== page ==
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Score Settling on COVID
We are far from closure on the pandemic
It is probably premature to be doing post-mortems on the pandemic, but President Biden’s recent comment is bound to set them off. See Noah Smith, for example.
I feel like I have a lot of scores to settle.
The vaccines were developed within days. That is terrific. I see Operation Warp Speed as ramping up production before they had been tested, which was a smart move. But I see not doing human challenge trials as a major mistake, which delayed the deployment of the vaccines by months.
I am appalled by the lack of scientific curiosity among those responsible for public health, at the CDC and elsewhere. Very early during the pandemic, they were saying to wipe down surfaces—remember the hand sanitizer shortage?—without once testing to see whether COVID could be spread through surface contact. There were no attempts made to understand why COVID super-spreader events all seemed to take place indoors or to draw inferences from that. I honestly think that I was offering better public health advice based on my observations than what the experts were telling us. As early as March 20 of 2020, I was calling for the public health bureaucrats to be fired.
I give President Trump a bad grade. He could have elevated Scott Atlas and sidelined Birx and Fauci, but he did the opposite.
The teachers’ unions were awful. I will grant that there were many parents who wanted their kids to learn at home or to have them masked in school, and those parents might have had their way in some districts. But the teachers should have been willing to come to work and not make kids wear masks.
Colleges also over-reacted. And they should not have charged full tuition for Zoom learning.
Affective polarization is out of control. Remember how in February and early March of 2020 Democrats were downplaying the virus as a show of solidarity with Chinese Americans and to demonstrate resistance to Mr. Trump? And remember how some on the left questioned the “Trump vaccine” before becoming scornful of anti-vaxxers when Mr. Biden took office? Meanwhile, Republicans’ hatred for Biden seemed to be the main driver of anti-vax sentiment.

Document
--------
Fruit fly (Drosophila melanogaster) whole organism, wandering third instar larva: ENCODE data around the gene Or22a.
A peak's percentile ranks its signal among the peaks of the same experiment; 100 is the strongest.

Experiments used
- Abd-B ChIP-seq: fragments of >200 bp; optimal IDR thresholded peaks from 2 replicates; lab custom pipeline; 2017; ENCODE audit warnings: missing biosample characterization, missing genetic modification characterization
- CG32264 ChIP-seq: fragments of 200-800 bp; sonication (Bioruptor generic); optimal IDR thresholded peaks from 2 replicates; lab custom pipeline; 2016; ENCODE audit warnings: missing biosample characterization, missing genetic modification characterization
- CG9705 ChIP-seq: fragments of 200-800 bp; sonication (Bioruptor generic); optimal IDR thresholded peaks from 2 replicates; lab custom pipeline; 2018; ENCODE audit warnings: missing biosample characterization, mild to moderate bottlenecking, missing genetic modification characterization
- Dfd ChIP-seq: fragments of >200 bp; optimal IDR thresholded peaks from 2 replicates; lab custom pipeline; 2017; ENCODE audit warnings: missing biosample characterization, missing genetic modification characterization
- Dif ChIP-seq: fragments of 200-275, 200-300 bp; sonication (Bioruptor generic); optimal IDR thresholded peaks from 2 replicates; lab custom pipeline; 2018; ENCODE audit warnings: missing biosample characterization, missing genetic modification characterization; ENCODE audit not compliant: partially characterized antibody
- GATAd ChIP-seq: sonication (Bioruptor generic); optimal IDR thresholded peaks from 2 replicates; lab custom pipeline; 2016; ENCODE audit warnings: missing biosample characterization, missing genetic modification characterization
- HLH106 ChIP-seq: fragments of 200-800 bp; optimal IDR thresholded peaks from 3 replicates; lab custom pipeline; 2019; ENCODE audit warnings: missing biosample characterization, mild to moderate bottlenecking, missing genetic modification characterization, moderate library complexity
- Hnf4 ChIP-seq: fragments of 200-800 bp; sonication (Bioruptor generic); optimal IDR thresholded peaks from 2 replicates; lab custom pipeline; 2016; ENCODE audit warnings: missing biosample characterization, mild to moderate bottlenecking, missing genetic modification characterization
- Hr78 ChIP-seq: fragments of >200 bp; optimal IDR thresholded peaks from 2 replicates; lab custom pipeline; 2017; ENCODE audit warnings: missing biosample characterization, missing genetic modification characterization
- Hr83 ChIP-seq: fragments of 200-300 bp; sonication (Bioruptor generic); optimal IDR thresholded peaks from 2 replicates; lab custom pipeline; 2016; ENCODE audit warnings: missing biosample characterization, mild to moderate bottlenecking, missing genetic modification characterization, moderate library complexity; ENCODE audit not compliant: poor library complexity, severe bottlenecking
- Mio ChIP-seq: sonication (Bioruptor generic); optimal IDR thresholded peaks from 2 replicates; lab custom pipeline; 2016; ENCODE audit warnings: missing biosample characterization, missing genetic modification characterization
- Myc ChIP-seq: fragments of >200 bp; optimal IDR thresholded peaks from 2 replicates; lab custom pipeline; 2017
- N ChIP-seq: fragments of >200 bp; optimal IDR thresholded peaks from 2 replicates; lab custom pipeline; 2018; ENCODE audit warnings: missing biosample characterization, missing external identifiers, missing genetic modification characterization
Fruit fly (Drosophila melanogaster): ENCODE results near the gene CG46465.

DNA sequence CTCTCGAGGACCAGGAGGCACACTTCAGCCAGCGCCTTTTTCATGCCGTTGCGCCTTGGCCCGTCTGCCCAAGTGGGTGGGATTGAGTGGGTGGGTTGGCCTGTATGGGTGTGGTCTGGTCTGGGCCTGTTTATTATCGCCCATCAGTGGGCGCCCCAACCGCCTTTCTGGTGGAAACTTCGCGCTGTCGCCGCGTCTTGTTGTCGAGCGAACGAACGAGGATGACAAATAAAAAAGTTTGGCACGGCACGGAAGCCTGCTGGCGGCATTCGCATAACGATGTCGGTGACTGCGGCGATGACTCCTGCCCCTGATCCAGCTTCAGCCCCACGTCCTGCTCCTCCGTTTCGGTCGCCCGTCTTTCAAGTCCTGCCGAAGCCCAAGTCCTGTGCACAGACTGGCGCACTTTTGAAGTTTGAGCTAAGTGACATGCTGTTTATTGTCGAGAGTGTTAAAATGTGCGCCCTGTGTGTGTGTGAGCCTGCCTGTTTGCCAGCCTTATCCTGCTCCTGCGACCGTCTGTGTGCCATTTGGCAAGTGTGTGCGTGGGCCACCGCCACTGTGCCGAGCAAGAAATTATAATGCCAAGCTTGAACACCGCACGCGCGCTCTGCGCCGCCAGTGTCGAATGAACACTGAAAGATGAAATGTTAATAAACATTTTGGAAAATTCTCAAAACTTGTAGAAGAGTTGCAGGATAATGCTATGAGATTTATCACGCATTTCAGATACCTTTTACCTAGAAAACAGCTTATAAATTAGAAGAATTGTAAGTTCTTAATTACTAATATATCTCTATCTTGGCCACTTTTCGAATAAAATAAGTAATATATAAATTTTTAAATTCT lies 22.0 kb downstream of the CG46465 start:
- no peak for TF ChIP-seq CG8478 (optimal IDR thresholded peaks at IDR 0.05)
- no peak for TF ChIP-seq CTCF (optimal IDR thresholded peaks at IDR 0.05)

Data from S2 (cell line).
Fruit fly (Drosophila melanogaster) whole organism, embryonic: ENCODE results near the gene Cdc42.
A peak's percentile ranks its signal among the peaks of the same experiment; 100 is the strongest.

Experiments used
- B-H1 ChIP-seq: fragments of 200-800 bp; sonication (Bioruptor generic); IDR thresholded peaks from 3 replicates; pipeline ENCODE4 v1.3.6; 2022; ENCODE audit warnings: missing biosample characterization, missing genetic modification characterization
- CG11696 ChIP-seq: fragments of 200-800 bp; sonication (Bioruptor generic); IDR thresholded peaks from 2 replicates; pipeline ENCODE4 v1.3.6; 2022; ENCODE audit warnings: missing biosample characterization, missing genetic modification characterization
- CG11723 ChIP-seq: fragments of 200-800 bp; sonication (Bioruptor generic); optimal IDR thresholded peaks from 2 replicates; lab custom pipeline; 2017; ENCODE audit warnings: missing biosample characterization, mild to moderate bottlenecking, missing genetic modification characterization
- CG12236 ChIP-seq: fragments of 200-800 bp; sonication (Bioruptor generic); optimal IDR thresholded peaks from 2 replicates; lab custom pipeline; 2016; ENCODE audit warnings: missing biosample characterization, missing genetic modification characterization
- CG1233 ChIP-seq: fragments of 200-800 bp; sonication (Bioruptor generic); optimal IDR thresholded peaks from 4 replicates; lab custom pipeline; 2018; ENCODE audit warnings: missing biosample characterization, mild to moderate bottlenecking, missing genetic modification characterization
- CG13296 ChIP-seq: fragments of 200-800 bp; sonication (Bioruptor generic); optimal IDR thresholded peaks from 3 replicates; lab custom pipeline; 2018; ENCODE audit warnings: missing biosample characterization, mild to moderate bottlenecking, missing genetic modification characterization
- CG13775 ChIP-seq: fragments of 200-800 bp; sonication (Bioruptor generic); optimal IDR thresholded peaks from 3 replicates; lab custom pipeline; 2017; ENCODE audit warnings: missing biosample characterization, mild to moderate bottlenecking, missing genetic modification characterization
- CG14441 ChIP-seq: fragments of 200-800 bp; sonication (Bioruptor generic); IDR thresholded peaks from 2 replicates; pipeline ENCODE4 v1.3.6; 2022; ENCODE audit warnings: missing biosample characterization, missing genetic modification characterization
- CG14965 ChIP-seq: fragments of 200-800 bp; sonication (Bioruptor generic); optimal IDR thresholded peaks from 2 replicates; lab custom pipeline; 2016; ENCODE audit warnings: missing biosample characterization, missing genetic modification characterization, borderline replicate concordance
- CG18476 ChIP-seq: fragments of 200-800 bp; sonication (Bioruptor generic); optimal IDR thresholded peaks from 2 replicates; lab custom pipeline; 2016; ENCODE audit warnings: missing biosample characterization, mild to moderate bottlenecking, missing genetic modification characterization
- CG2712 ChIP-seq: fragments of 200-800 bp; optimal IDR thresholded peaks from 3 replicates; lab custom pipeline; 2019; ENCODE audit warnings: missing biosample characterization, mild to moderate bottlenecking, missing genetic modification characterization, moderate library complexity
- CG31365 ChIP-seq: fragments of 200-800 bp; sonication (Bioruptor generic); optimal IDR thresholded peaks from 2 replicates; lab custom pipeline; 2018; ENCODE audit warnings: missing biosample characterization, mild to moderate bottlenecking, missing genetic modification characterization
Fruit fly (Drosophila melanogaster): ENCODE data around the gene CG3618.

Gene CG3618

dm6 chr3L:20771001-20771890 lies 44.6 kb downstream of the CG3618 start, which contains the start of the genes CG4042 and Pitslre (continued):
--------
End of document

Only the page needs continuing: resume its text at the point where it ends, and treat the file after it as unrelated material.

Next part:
It seems to me that Florida, with its highly vulnerable population, did a decent job of limiting deaths from the virus. New York did not. The mainstream press did not report it that way. They get a bad grade.
Politicians and public officials took advantage of the crisis to take more power and spend more money. Enacting “stimulus” was irresponsible. There was nothing for people to spend money on until after fear of the virus had subsided, at which point the pent-up savings unleashed inflation.
Early on, I would have been ok with a severe two-week lockdown, with food delivered by the National Guard. Knowing what I know now, I would not endorse that approach. But it would have been less harmful than the rolling partial lockdowns that ensued.
I do not give out bad grades to everyone. In addition to Scott Atlas, I would say that Zvi Mowshowitz and Robin Hanson contributed positively to COVID discussions. But they were even further from positions of influence.
Overall, I think that the public and the press have been much more forgiving of public officials than I would be. I think we need a serious conversation about when a public official can declare an emergency, how to end the emergency declaration, and limits on powers that can be exercised. As just one example, I believe that if a leader violates an emergency decree (think of Governor Newsom and the restaurant), that should cause the decree to be immediately and automatically revoked.
If it were up to me, there would be an honest and open-ended post-pandemic inquiry commission. My guess is that such a commission would lead to significant reforms and clipping of the wings of politicians and other public officials. Which is why we won’t see one.